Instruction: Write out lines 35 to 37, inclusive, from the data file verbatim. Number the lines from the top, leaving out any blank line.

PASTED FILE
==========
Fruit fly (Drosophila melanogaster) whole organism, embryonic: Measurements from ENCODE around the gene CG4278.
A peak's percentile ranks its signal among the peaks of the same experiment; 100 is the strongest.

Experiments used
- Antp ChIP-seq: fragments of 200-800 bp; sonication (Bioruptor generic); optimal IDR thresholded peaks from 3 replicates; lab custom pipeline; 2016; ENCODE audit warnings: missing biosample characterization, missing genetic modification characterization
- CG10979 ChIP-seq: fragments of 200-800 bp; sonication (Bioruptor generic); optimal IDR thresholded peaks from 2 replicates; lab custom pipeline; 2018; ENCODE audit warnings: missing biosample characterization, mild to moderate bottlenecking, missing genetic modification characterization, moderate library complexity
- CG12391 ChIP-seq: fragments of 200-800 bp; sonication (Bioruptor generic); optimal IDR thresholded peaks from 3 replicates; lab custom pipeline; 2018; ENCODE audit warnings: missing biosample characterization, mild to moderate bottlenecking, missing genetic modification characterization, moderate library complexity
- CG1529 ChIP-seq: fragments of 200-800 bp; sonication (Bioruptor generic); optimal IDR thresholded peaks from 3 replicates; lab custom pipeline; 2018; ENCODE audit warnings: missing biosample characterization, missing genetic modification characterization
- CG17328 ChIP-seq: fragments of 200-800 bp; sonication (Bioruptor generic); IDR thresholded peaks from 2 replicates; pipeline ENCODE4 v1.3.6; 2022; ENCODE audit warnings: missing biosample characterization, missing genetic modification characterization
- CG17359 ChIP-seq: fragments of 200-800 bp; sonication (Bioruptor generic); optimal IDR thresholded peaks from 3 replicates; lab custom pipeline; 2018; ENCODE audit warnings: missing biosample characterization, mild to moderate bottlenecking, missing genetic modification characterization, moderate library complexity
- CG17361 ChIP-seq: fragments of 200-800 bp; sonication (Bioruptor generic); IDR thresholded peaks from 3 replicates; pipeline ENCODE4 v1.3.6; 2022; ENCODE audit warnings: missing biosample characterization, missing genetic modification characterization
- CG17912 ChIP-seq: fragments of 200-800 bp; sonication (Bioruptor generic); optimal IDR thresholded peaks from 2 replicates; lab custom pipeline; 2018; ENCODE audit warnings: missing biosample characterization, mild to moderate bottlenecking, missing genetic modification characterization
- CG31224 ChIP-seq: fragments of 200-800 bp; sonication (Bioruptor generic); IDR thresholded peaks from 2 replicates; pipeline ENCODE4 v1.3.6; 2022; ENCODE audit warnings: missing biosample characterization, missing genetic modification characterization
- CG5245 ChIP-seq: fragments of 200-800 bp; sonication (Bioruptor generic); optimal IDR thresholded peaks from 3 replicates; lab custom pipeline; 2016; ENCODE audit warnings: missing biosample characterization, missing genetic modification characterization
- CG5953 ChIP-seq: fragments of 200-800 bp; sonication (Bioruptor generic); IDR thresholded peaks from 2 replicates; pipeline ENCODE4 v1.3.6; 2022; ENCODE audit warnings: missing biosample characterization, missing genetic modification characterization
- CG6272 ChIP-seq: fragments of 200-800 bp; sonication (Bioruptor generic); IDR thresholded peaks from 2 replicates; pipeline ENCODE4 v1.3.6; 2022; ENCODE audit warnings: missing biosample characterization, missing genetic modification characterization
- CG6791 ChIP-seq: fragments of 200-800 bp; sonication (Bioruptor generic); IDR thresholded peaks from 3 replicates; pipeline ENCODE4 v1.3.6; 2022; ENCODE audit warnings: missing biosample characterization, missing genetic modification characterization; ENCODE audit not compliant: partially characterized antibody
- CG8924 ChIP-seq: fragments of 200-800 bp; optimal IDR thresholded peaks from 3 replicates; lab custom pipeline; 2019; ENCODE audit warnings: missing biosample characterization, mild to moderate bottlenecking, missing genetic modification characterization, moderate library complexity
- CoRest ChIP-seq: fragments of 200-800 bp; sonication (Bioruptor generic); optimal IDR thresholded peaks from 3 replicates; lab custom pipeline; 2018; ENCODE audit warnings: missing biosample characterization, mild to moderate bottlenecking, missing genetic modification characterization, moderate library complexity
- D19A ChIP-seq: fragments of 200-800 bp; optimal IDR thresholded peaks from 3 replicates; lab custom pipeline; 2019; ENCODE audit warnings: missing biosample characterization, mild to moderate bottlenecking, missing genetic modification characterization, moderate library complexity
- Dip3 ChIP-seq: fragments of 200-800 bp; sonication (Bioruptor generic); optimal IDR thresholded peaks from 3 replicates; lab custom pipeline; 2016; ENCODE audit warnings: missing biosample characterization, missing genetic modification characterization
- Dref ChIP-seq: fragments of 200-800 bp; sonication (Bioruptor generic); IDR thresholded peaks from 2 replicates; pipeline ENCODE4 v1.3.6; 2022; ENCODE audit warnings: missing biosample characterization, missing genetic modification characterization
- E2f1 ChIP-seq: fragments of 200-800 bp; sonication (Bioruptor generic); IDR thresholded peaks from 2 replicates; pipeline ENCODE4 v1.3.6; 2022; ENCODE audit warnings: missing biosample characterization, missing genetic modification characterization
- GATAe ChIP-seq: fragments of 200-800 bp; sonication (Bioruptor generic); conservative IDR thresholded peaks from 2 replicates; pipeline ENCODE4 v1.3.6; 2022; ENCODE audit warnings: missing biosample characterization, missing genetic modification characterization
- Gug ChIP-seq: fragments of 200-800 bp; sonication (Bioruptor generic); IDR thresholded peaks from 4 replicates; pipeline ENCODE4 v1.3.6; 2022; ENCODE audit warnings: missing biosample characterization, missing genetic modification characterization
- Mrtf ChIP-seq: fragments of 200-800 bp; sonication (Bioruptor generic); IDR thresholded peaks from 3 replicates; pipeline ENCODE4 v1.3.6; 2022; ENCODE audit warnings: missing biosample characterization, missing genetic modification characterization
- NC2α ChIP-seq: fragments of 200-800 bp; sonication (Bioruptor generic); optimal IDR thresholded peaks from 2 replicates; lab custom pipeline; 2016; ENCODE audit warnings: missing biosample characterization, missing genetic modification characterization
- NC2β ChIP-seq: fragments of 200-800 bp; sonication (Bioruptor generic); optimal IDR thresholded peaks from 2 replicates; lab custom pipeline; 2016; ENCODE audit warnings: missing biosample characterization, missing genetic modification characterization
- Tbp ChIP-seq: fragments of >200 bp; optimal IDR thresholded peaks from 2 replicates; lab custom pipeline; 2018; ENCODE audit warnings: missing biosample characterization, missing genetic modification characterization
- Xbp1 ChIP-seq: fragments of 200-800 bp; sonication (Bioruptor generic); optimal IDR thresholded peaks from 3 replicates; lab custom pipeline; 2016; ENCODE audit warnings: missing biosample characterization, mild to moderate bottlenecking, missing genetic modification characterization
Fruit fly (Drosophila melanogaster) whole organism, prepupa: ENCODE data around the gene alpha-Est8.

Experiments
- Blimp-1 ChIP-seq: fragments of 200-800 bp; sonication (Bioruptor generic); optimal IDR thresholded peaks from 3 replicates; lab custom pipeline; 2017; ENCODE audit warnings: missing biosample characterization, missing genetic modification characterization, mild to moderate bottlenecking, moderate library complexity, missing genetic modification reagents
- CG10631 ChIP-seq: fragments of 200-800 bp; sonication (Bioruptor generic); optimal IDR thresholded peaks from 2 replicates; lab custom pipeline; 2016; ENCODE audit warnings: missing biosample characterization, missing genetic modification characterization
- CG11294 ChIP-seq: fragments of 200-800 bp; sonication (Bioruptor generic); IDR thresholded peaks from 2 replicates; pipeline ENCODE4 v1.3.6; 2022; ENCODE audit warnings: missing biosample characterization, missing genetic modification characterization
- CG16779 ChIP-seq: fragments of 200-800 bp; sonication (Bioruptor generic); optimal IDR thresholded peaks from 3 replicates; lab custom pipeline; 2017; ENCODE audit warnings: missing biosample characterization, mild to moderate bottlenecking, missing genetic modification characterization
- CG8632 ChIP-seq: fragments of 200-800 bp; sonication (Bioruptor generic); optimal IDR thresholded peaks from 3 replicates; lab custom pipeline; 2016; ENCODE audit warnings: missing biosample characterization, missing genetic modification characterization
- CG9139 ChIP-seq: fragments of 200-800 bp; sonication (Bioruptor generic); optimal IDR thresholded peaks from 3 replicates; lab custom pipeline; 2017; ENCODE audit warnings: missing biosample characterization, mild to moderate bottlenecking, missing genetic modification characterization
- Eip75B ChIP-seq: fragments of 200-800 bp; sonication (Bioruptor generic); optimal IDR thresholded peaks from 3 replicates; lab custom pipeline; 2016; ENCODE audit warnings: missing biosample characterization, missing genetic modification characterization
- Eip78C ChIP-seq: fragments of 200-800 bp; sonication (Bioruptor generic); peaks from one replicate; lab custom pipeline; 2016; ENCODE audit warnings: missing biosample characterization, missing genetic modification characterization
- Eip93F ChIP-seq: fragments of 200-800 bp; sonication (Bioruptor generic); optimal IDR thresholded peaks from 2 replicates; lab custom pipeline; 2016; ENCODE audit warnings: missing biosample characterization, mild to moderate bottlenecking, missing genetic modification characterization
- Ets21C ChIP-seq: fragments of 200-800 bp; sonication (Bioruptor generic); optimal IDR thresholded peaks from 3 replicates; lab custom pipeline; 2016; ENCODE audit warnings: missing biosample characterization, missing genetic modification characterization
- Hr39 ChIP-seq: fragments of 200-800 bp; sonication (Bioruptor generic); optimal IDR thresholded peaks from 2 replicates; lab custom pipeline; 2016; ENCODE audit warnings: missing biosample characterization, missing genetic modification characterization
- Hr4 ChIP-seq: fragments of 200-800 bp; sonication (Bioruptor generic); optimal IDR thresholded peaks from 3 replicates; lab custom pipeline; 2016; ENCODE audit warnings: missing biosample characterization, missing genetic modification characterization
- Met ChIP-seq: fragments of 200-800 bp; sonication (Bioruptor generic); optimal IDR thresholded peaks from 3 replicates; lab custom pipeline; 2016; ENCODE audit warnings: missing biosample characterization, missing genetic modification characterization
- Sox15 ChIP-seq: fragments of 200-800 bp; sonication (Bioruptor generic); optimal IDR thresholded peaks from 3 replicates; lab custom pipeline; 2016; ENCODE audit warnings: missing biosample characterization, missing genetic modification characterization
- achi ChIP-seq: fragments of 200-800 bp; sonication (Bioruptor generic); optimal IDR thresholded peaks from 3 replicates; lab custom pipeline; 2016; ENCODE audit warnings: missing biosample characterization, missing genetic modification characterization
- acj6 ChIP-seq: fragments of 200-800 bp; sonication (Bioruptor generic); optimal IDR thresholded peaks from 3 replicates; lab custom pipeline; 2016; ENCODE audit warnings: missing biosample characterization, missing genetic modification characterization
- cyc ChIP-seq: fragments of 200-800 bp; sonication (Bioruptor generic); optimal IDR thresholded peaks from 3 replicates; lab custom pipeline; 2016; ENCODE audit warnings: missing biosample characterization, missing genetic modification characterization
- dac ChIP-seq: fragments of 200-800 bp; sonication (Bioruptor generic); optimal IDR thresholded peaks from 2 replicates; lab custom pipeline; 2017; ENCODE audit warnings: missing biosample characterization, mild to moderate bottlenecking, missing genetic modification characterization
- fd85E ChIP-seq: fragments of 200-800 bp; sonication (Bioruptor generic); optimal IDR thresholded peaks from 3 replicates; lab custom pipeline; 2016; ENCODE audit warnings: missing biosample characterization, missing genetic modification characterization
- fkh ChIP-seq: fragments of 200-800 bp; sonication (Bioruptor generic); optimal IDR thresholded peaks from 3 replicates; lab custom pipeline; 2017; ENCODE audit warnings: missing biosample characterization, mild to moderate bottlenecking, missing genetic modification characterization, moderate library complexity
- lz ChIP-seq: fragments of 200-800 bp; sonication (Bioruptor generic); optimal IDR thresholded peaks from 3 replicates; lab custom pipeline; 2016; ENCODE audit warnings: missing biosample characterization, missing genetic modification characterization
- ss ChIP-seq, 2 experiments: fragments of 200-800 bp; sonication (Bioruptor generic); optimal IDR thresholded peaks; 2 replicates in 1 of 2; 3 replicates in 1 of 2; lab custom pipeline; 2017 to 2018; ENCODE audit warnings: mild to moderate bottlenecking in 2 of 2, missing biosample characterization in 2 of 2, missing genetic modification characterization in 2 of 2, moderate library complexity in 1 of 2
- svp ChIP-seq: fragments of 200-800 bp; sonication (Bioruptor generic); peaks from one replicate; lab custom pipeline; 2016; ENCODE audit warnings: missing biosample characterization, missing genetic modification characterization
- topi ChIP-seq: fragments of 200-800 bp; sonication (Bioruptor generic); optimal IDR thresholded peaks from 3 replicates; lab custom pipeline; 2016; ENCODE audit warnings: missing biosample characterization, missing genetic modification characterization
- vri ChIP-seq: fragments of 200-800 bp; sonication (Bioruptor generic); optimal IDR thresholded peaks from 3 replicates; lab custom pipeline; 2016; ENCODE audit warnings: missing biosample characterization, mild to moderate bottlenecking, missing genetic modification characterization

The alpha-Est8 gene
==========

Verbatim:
- CG16779 ChIP-seq: fragments of 200-800 bp; sonication (Bioruptor generic); optimal IDR thresholded peaks from 3 replicates; lab custom pipeline; 2017; ENCODE audit warnings: missing biosample characterization, mild to moderate bottlenecking, missing genetic modification characterization
- CG8632 ChIP-seq: fragments of 200-800 bp; sonication (Bioruptor generic); optimal IDR thresholded peaks from 3 replicates; lab custom pipeline; 2016; ENCODE audit warnings: missing biosample characterization, missing genetic modification characterization
- CG9139 ChIP-seq: fragments of 200-800 bp; sonication (Bioruptor generic); optimal IDR thresholded peaks from 3 replicates; lab custom pipeline; 2017; ENCODE audit warnings: missing biosample characterization, mild to moderate bottlenecking, missing genetic modification characterization